Effects of plasmonic nanostructures on the electrical properties of organic solar cells

Grant Data
Project Title
Effects of plasmonic nanostructures on the electrical properties of organic solar cells
Principal Investigator
Dr Choy, Wallace Chik Ho   (Principal investigator)
Professor Hou Jianhui   (Co-Investigator)
Professor Chew Weng Cho   (Co-Investigator)
Start Date
Completion Date
Conference Title
Presentation Title
plasmonic nanostructures, metallic nanostructures, electrical properties, organic/polymer semiconductors, thin-film solar cells
Engineering (E)
RGC General Research Fund (GRF)
HKU Project Code
HKU 711612E
Grant Type
General Research Fund (GRF)
Funding Year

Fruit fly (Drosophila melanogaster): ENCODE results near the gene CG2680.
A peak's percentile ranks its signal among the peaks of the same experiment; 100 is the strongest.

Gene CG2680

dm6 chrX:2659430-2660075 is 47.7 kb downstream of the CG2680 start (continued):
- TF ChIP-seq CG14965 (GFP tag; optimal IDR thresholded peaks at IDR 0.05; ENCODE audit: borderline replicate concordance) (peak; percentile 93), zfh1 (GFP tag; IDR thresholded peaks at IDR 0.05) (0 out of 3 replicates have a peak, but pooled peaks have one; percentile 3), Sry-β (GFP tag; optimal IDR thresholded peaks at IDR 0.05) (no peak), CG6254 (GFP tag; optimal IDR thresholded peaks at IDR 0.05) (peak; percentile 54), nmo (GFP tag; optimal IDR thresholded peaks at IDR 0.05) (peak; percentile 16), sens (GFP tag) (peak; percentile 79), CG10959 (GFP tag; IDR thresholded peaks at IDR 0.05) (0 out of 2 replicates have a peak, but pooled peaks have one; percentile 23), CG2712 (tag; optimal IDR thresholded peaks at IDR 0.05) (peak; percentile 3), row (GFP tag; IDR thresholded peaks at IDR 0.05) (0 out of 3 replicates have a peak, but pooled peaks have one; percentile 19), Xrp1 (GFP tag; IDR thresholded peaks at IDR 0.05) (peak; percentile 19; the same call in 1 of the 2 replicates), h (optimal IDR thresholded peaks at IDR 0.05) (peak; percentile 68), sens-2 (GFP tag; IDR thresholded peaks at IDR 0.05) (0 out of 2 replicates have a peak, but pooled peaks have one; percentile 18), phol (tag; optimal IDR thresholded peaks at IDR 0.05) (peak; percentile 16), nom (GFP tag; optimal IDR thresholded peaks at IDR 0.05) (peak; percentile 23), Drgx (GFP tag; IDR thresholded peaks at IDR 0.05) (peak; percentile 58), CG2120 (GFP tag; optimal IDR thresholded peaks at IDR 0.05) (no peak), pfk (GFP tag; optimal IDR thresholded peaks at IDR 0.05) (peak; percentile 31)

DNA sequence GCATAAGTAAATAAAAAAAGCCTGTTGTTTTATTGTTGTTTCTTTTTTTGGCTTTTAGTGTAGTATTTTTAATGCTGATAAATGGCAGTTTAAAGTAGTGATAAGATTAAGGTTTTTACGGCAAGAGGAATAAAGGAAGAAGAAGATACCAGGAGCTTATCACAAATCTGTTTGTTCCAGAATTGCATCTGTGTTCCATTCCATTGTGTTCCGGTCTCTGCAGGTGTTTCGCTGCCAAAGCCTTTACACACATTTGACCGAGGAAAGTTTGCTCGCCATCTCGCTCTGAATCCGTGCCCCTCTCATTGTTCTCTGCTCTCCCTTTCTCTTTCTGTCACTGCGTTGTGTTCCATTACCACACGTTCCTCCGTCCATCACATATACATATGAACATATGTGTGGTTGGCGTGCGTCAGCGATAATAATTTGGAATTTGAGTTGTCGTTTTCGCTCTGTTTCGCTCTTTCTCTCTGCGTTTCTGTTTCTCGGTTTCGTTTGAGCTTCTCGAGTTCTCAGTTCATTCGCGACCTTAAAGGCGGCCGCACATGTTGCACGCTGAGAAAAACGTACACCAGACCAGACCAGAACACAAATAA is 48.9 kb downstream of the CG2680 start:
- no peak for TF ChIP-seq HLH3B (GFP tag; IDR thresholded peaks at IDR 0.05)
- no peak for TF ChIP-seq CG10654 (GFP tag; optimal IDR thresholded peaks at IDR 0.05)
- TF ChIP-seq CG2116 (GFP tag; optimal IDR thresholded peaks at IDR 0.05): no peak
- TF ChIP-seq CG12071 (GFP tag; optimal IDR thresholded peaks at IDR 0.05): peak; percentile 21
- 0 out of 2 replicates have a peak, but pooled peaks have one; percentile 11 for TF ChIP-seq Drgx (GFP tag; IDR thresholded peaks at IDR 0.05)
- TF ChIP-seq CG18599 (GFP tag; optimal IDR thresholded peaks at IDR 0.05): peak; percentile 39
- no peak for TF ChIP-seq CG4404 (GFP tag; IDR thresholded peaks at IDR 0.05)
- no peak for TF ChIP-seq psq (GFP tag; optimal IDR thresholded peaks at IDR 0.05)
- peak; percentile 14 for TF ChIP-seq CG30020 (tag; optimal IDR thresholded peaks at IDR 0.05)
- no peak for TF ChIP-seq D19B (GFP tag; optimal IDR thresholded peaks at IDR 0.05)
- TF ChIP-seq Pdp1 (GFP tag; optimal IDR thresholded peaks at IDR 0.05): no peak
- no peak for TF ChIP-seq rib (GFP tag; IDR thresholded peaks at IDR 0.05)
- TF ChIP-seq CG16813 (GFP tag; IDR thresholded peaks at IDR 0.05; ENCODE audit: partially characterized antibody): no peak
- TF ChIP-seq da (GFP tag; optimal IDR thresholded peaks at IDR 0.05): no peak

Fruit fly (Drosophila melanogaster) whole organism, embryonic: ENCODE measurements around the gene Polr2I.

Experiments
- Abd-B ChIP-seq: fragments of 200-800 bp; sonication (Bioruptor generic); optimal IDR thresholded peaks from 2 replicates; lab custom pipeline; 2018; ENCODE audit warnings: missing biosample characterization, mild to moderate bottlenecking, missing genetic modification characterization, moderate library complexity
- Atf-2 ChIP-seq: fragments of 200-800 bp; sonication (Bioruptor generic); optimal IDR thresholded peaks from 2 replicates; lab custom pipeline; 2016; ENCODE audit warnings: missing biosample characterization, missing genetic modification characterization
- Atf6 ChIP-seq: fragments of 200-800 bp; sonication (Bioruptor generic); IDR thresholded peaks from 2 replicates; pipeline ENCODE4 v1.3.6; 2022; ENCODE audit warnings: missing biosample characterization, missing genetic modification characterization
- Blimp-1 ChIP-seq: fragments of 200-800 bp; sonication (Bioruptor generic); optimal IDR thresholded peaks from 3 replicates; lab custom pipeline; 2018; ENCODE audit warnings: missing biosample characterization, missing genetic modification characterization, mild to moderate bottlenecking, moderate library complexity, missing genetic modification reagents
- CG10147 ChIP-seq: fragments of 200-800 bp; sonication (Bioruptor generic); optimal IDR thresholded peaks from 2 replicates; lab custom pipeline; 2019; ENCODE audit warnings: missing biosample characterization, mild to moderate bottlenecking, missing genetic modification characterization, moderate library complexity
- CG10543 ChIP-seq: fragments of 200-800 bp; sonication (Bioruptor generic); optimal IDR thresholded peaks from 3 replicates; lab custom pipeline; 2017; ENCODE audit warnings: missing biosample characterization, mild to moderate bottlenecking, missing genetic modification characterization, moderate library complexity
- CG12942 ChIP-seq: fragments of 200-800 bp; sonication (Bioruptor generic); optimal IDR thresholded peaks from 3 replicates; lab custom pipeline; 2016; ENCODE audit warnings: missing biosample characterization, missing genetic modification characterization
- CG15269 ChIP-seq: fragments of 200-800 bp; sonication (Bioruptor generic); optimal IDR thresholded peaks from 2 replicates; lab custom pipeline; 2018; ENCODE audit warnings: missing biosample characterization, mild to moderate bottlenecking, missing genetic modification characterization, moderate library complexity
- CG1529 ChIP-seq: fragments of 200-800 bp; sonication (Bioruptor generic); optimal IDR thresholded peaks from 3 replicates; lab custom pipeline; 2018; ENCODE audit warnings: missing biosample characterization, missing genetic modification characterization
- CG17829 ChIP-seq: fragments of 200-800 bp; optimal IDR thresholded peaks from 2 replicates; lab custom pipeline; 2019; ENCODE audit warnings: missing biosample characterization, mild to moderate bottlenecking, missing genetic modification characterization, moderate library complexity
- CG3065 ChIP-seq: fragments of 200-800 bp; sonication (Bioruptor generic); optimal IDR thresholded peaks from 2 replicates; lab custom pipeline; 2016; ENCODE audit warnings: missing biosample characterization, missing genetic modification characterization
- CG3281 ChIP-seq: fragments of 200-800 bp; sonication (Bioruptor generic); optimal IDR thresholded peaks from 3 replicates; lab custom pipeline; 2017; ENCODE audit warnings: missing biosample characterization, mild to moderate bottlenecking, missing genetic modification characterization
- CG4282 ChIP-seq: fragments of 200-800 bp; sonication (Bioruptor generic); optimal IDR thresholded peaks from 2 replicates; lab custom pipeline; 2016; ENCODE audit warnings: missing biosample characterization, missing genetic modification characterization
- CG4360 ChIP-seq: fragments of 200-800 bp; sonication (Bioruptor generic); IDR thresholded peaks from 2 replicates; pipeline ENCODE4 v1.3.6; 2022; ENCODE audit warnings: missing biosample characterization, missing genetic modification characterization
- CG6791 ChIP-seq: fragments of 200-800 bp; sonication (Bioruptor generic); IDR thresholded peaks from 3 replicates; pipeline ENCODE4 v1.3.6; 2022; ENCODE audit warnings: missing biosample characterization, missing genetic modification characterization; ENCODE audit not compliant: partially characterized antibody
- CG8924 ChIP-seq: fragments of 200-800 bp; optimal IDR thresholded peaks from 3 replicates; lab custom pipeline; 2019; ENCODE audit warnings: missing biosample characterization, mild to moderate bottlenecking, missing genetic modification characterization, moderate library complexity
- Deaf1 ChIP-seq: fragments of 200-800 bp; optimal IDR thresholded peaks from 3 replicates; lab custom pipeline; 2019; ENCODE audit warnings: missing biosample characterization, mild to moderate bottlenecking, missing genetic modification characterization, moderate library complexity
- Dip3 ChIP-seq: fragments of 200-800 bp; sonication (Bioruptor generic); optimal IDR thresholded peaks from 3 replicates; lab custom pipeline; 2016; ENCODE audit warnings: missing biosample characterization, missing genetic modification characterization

1) Building models for physically understanding electrical properties of plasmonic OSCs An electrical model will be developed by solving 2D and 3D semiconductor equations with the consideration of metallic/organic interface effects and properties of polymer blends including exciton dissociation, bimolecular recombination, etc. Then, by integrating the optical model (developed under grant#HKU712010E) and electrical model, the multiphysics model for OSCs incorporating with arbitrary 2D and 3D metallic nanostructures will be developed. 2) Studying interface recombination/injection between metal and polymer The important mechanism of interface recombination/injection between metal and polymer can be investigated experimentally and theoretically through incorporating metallic NPs into a polymer active layer. By appropriately designing device structures, the dark current which strongly depends on the metallic/organic interface will be studied. According to the recombination/injection model by Scott and Malliaras, the dark current will be affected by the barrier height (between polymer and metallic NPs) and built-in electric field. The roles of barrier height and built-in electric field on the interface recombination/injection mechanism will be studied by changing functional groups and concentration of metallic NPs. The measured dark current-density (J)- voltage (V) characteristics will be analyzed with theoretical results for understanding the physics and evaluating the characteristic parameters of the model. 3) Investigating the effects of non-uniform exciton generation in plasmonic nanostructures With the understanding of PR mechanism in active layer and the spectral overlap engineering between PR and polymer absorption-band from our work (grant#HKU712010E), the guideline to maximize PR enhanced exciton generation (due to the enhanced absorption) will be explored. Since PR produces regionally-concentrated near-field in the active layer, a non-uniform exciton generation will occur. The recombination loss will change due to the non-uniform exciton generation and thus will be theoretically and experimentally investigated. Meanwhile, it is possible that SCLC will be present due to the PR-induced non-uniform carrier formation and unbalance carrier mobilities of typical polymers. SCLC effects can be characterized by the slope of J-V curve and light-intensity dependent short-circuit current. We will first study localized PR (LPR) devices through incorporating metallic NPs into OSCs. We will investigate how recombination loss and SCLC affect the electrical properties of OSCs with different parameters (e.g. active layer thickness, polymer mobility, and metallic NP location in device structures). In the meantime, we will study the change of OSC electrical properties due to surface PRs (SPRs) through metallic grating nanostructures with different grating parameters (including grating period and depth), metals and device architectures. 4) Optimizing the electrical and optical properties of plasmonic OSCs With our knowledge on the optical properties (grant#HKU712010E), we will optimize the electrical and optical properties through combining the metallic NPs and nanogratings for "double" plasmonic nanostructures (including both LPR and SPR) in single-unit OSCs. We will study the metallic nanostructure material (Ag, Au, etc), concentration, location and surface functional group of metallic NPs, metallic nanograting geometry, as well as thickness and carrier mobility of polymers in active layer for realizing practical plasmonic OSCs. Besides commercially available materials, we will investigate various polymers from Prof. Jianhui Hou (Co-I of this proposal) for optimizing device performances. 5) *** Note: In order to show our capability to manage the project, we have already started to work on Objective 1 and obtained some preliminary results as discussed in "Research Plan and Methodology".